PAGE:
Oldowan tools occur in Beds I–IV at Olduvai Gorge. Bed I, dated 1.85 to 1.7 mya, contains Oldowan tools and fossils of Paranthropus boisei and Homo habilis, as does Bed II, 1.7 to 1.2 mya. H. habilis gave way to Homo erectus at about 1.6 mya, but P. boisei persisted. Oldowan tools continue to Bed IV at 800,000 to 600,000 before present (BP). A significant change took place between Beds I and II at about 1.5 mya. Flake size increased, the length of bifacial edges (as opposed to single-face edges) occurred more frequently and their length increased, and signs of battering on other artifacts increased. Some likely implications of these factors, among others, are that after this pivotal time hominins used tools more frequently, became better at making tools, and transported tools more often.
HUNTERS, SCAVENGERS OR BOTH?
Though substantial evidence of hunting and scavenging has been discovered at Olduvai Gorge, it is believed by archaeologists that hominins inhabiting the area between 1.9 and 1.7 million years ago spent the majority of their time gathering wild plant foods, such as berries, tubers and roots. The earliest hominins most likely did not rely on meat for the bulk of their nutrition. Speculation about the amount of meat in their diets is inferred from comparative studies with a close relative of early hominins: the modern chimpanzee. The chimpanzee's diet in the wild consists of only about five percent as meat. And the diets of modern hunter-gatherers do not include a large amount of meat. That is, most of the calories in both groups' diets came from plant sources. Thus, it can be assumed that early hominins had similar diet proportions, (see the middle-range theory or bridging
arguments - bridging arguments are used by archaeologists to explain past behaviors, and they include an underlying assumption of uniformitarianism.)
Much of the information about early hominins comes from tools and debris piles of lithic flakes from such sites as FLK-Zinjanthropus in Olduvai Gorge. Early hominins selected specific types of rocks that would break in a predictable manner when "worked", and carried these rocks from deposits several kilometres away. Archaeologists such as Fiona Marshall fitted rock fragments back together like a puzzle. She states in her article "Life in Olduvai Gorge" that early hominins, "knew the right angle to hit the cobble, or core, in order to successfully produce sharp-edged flakes ...". She noted that selected flakes then were used to cut meat from animal carcasses, and shaped cobbles (called choppers) were used to extract marrow and to chop tough plant material.
Bone fragments of birds, fish, amphibians, and large mammals were found at the FLK-Zinj site, many of which were scarred with marks. These likely were made by hominins breaking open the bones for marrow, using tools to strip the meat, or by carnivores having gnawed the bones. Since several kinds of marks are present together, some archaeologists including Lewis Binford think that hominins scavenged the meat or marrow left over from carnivore kills. Others like Henry Bunn believe the hominins hunted and killed these animals, and carnivores later chewed the bones. This issue is still debated today, but archaeologist Pat Shipman provided evidence that scavenging was probably the more common practice; she published that the majority of carnivore teeth marks came before the cut marks. Another finding by Shipman at FLK-Zinj is that many of the wildebeest bones found there are over-represented by adult and male bones; and this may indicate that hominins were systematically hunting these animals as well as scavenging them. The issue of hunting versus gathering at Olduvai Gorge is still a controversial one.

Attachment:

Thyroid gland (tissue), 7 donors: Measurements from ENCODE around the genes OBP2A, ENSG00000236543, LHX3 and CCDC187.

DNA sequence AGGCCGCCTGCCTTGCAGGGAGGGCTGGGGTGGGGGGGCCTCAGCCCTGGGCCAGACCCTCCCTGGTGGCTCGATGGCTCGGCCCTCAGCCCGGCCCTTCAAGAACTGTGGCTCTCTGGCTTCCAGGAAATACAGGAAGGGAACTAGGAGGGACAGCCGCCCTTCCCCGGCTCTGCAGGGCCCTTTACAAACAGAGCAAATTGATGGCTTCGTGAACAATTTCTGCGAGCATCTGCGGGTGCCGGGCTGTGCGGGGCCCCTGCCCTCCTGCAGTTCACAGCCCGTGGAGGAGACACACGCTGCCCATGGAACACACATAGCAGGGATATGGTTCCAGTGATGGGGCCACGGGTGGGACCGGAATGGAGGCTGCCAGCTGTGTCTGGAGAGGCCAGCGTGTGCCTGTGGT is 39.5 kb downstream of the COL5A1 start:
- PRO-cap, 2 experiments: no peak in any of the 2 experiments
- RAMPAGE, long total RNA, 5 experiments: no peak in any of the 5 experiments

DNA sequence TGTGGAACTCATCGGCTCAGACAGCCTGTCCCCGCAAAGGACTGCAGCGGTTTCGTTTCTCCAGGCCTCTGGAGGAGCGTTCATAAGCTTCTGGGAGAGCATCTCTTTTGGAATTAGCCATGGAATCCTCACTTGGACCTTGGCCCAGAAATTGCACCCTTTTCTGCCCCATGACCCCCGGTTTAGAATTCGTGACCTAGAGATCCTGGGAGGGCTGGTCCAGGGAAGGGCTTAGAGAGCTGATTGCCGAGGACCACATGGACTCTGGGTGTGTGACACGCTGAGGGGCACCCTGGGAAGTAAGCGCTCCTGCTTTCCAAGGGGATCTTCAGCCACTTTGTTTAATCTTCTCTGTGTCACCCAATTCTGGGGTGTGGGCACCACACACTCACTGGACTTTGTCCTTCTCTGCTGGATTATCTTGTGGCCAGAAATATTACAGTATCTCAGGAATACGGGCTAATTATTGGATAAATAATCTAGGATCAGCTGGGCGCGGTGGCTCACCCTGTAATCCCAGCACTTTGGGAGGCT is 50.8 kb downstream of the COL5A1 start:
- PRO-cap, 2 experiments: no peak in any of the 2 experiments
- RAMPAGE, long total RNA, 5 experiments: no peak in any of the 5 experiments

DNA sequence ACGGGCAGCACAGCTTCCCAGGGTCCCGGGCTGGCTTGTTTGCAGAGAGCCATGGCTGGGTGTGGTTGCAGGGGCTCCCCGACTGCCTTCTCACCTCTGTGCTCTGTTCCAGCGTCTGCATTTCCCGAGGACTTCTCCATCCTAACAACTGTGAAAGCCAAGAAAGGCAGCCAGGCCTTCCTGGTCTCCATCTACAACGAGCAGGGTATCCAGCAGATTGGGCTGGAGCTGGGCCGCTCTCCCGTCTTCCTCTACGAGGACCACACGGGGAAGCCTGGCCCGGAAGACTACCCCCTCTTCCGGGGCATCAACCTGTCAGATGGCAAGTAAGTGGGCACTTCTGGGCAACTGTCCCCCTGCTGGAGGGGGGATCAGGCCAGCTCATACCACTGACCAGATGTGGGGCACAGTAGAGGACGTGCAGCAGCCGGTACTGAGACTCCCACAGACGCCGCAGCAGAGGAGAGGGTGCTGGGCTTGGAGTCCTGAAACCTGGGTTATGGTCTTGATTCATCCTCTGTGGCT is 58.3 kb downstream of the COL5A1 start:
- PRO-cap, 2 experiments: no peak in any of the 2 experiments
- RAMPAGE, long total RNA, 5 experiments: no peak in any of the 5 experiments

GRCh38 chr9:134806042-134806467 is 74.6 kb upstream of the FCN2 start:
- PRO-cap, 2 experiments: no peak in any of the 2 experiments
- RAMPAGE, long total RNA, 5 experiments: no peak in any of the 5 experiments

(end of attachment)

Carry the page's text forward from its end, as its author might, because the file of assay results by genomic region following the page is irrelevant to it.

JOHN STORM'S CONCERNS AS TO UNCONTROLLED POPULATION
Storm (franchise) of ocean and innerspace adventures, the protagonist's leanings toward
anthropological and evolutionary studies, bordering on obsession,
leads him into direct contact with human remains in all
states of preservation and lack thereof. This means he is
also on point when it comes to the growing
world population, carrying with it the threat of cannibalism, such as when the
landed at Plymouth, Massachusetts, in the New World; America
1620. Giving new meaning to the Blood of Christ.
ship, the Elizabeth Swann
houses the largest, and most comprehensive DNA
database in the world, called The
Ark, from which the
Captain of the ship, working with super AI
computers, can recreate virtually any species of flora or
fauna. Including splicing and defect corrections. The human DNA
collection turns out to be a useful tool in predicting a
return to a widely spreading 'Hannibal
Lecter' style of cannibalism. That John may have to do
something to quell.
Being a naturalist, John leans
towards allowing nature to take its course, except where
human avarice is a form of natural selection, that other
more intelligent humans might do their utmost to prevent. It
is a battle ground of intelligent planning versus greedy
kleptocrats. Predicted in the Bible as Armageddon.
when John and his crew encounter feasting on humans, first
hand, and realizes that they could be next. He feels duty
bound to do something. And we are not just talking about
surviving attacks on his person. Where he was accidentally
injected with a CRIPSR virus, that enhanced him physically,
there were unwanted side effects. John and Dan thought to
undo the negatives, at the same time enhancing John's mental
abilities and mechanical frame. At that point they created a
new species: Homo
Sapiens Superior, or, Kanis